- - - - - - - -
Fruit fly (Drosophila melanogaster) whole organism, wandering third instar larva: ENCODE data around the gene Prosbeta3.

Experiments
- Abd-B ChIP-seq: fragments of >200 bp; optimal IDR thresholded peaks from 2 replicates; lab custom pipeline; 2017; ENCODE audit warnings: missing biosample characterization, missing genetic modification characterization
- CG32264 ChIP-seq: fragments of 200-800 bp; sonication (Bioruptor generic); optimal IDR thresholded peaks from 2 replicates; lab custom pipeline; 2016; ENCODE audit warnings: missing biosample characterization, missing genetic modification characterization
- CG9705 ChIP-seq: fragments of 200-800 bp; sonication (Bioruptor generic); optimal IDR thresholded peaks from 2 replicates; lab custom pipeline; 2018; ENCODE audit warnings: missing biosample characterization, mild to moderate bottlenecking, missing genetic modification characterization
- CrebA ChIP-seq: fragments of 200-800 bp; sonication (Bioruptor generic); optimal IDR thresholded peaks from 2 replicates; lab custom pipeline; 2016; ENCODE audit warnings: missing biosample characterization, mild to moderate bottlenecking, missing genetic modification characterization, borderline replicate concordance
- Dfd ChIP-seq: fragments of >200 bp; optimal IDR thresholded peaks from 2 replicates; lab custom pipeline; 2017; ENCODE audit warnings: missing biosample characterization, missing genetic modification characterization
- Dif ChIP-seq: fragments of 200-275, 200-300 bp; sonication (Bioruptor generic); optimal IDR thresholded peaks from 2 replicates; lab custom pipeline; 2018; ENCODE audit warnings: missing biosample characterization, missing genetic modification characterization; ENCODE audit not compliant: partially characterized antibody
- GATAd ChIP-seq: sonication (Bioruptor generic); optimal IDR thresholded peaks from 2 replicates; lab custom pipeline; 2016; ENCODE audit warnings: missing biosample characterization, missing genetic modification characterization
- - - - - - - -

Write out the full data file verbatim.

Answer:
Fruit fly (Drosophila melanogaster) whole organism, wandering third instar larva: ENCODE data around the gene Prosbeta3.

Experiments
- Abd-B ChIP-seq: fragments of >200 bp; optimal IDR thresholded peaks from 2 replicates; lab custom pipeline; 2017; ENCODE audit warnings: missing biosample characterization, missing genetic modification characterization
- CG32264 ChIP-seq: fragments of 200-800 bp; sonication (Bioruptor generic); optimal IDR thresholded peaks from 2 replicates; lab custom pipeline; 2016; ENCODE audit warnings: missing biosample characterization, missing genetic modification characterization
- CG9705 ChIP-seq: fragments of 200-800 bp; sonication (Bioruptor generic); optimal IDR thresholded peaks from 2 replicates; lab custom pipeline; 2018; ENCODE audit warnings: missing biosample characterization, mild to moderate bottlenecking, missing genetic modification characterization
- CrebA ChIP-seq: fragments of 200-800 bp; sonication (Bioruptor generic); optimal IDR thresholded peaks from 2 replicates; lab custom pipeline; 2016; ENCODE audit warnings: missing biosample characterization, mild to moderate bottlenecking, missing genetic modification characterization, borderline replicate concordance
- Dfd ChIP-seq: fragments of >200 bp; optimal IDR thresholded peaks from 2 replicates; lab custom pipeline; 2017; ENCODE audit warnings: missing biosample characterization, missing genetic modification characterization
- Dif ChIP-seq: fragments of 200-275, 200-300 bp; sonication (Bioruptor generic); optimal IDR thresholded peaks from 2 replicates; lab custom pipeline; 2018; ENCODE audit warnings: missing biosample characterization, missing genetic modification characterization; ENCODE audit not compliant: partially characterized antibody
- GATAd ChIP-seq: sonication (Bioruptor generic); optimal IDR thresholded peaks from 2 replicates; lab custom pipeline; 2016; ENCODE audit warnings: missing biosample characterization, missing genetic modification characterization